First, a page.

Referred to by CNA as “tailgaters,” these fans simply want to “get a glimpse of the concert’s flashing lights and snippets of Chou’s songs.” Each concert lasts about 3 hours.
Some intrepid individuals have even tried to gain access to commercial and residential buildings near the stadium to hear the music more distinctly and get a better view of the light show. CNA also says that some high-rise residents have “jokingly” offered their balconies as “alternative nosebleed seats” at reasonable prices.

Consequently, local police set up barricades and alternative pedestrian routes to control the traffic around the stadium.

What was also notable about Chou’s Shanghai concerts was how difficult it was for scalpers to take advantage of them. The present tour has been plagued by price-gouging: scalpers buy up large numbers of tickets and sell them on secondary platforms at huge markups. But the organizers of the Shanghai shows introduced a “strong real-name matching system” for ticketholders, reports the China Daily, requiring the ticket purchaser and the person who gains entrance for a seat to be one and the same.

The system had been recommended by the Ministry of Culture and Tourism in September after receiving complaints all year from Chinese concert-goers, and the organizers of the Shanghai shows seem to be the first who have taken the suggestion to heart.


Yo-Yo Ma Ticket Scalping Causes Price Spike

Speaking of scalping, demand for tickets to an upcoming performance by American cellist Yo-Yo Ma in Hong Kong has reached such insane levels that prices on secondary markets have soared to HK$17,000 ($2,210) per seat, according to Hong Kong media.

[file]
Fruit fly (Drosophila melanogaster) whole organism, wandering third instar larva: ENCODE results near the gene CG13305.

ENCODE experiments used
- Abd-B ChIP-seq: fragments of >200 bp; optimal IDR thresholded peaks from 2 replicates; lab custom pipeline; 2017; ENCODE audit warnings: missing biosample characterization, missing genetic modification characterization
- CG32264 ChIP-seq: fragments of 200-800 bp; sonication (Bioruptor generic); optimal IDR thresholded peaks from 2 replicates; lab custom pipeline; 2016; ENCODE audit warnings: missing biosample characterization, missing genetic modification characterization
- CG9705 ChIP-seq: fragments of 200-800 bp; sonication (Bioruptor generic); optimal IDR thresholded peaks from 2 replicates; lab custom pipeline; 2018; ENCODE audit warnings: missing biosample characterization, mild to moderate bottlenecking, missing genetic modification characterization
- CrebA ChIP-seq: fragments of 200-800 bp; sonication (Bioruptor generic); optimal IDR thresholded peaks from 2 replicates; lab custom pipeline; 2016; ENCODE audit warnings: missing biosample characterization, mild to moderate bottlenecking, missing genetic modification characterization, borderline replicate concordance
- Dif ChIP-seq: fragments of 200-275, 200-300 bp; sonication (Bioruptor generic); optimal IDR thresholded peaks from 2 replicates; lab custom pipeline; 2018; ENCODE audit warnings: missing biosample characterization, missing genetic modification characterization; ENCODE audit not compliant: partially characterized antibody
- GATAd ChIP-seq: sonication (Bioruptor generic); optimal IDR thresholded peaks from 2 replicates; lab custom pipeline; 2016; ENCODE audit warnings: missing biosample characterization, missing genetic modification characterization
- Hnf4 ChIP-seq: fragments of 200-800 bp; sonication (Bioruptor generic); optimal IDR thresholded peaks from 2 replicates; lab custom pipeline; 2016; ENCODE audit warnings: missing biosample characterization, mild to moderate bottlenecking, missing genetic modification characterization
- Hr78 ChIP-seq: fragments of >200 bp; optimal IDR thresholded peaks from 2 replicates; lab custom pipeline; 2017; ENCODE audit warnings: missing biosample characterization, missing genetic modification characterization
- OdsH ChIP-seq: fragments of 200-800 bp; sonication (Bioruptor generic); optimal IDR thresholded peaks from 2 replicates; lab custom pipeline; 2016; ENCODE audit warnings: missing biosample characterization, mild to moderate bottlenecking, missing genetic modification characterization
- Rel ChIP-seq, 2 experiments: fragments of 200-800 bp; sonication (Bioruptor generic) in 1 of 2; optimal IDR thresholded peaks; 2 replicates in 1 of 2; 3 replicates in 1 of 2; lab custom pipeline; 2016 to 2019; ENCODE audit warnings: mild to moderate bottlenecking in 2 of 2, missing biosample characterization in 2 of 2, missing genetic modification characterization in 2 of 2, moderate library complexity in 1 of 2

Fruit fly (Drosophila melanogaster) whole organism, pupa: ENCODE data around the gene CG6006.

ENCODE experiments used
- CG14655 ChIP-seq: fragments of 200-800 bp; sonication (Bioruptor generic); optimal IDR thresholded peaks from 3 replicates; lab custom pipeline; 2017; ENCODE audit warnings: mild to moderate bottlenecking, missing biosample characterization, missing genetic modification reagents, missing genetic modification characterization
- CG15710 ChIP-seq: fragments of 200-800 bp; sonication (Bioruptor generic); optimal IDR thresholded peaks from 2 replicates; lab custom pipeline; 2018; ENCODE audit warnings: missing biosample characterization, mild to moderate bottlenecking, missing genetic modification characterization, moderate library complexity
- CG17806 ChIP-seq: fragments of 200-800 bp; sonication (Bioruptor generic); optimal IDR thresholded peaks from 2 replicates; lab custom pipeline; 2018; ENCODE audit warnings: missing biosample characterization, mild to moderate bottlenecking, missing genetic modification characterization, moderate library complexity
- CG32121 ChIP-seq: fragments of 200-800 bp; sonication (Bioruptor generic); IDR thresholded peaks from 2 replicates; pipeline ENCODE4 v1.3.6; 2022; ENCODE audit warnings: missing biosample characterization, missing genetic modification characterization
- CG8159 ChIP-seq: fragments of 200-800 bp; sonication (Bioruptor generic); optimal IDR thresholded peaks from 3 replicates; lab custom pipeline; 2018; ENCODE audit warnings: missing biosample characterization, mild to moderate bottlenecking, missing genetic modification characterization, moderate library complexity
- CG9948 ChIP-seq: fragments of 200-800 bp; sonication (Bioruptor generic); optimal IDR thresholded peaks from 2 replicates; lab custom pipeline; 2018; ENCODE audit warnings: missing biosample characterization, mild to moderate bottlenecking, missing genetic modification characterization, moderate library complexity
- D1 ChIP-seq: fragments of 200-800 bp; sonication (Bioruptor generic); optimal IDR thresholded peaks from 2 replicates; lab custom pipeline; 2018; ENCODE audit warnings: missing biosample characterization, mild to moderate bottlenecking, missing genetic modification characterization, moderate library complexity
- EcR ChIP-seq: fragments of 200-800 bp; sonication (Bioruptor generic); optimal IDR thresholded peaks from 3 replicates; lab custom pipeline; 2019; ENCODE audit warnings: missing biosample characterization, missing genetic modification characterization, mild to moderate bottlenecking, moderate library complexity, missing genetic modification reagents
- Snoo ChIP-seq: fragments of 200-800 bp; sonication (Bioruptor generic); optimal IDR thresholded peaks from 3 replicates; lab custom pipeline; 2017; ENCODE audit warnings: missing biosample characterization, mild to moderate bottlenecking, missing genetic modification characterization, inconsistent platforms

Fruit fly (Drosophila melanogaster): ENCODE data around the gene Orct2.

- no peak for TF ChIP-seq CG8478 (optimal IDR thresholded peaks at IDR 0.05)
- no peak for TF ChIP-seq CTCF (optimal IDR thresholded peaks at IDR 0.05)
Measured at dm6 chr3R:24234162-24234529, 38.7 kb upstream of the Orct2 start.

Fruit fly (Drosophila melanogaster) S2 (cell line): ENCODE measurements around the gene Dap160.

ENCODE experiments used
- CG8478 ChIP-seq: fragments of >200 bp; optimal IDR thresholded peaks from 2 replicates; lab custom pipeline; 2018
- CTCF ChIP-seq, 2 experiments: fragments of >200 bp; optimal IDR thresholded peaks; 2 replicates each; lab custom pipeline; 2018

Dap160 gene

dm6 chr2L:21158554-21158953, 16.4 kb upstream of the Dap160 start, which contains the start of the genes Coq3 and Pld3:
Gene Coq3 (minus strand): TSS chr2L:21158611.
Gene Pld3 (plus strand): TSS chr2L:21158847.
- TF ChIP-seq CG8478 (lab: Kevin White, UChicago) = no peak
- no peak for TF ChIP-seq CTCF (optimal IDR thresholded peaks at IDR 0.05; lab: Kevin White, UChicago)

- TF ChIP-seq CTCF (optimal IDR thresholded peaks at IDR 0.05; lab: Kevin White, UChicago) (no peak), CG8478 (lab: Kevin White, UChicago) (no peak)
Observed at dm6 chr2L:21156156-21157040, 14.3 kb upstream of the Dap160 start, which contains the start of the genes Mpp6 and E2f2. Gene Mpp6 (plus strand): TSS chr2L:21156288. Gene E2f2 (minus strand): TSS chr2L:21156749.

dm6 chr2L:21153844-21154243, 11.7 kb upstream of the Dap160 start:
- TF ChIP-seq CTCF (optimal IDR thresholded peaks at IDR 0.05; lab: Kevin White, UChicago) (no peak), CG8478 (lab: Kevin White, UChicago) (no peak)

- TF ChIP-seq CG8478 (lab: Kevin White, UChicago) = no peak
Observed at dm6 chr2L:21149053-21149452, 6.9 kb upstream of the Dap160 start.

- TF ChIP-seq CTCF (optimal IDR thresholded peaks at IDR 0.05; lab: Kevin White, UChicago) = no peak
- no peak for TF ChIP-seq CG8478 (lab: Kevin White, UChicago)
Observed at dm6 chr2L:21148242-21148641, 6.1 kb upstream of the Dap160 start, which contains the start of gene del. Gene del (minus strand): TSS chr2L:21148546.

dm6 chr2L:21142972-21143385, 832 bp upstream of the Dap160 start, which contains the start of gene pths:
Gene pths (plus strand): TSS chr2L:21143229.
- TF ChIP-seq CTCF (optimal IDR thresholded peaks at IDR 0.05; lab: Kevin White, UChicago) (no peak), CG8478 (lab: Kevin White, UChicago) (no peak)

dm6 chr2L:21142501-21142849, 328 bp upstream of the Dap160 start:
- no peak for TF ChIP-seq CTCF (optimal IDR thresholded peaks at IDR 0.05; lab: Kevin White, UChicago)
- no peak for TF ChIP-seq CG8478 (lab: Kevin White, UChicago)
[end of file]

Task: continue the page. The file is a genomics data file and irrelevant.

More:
Ma will play with the Hong Kong Philharmonic Orchestra led by Jaap van Zweden on Nov. 8 to celebrate the 60th anniversary of the founding of Chinese University.

The face value of the tickets, all of which sold out quickly in August, range from HK$480 to HK$1,980, and the skyrocketing secondary prices have been fueled by demand from rich people who live in the area.

Though Ma comes to Japan to play almost every year, he rarely performs in Hong Kong.


Introducing KoolTai Macau Music Fes.

The first-ever Macau International Pop Music Festa, also called the KoolTai Macau Music Fes. 2023, will take place at the Venetian Macau on Nov. 11-12.

So far, the lineup includes Britpop veterans Suede, making its first appearance in Macau, Japanese bossa nova singer Lisa Ono, British pop singer Jessie J, British R&B artist Corrine Bailey Rae, and several acts from Taiwan, China, thailand, Hong Kong, Macau and Malaysia.

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Marc Valldeperez

Soy el administrador de marcahora.xyz y también un redactor deportivo. Apasionado por el deporte y su historia. Fanático de todas las disciplinas, especialmente el fútbol, el boxeo y las MMA. Encargado de escribir previas de muchos deportes, como boxeo, fútbol, NBA, deportes de motor y otros.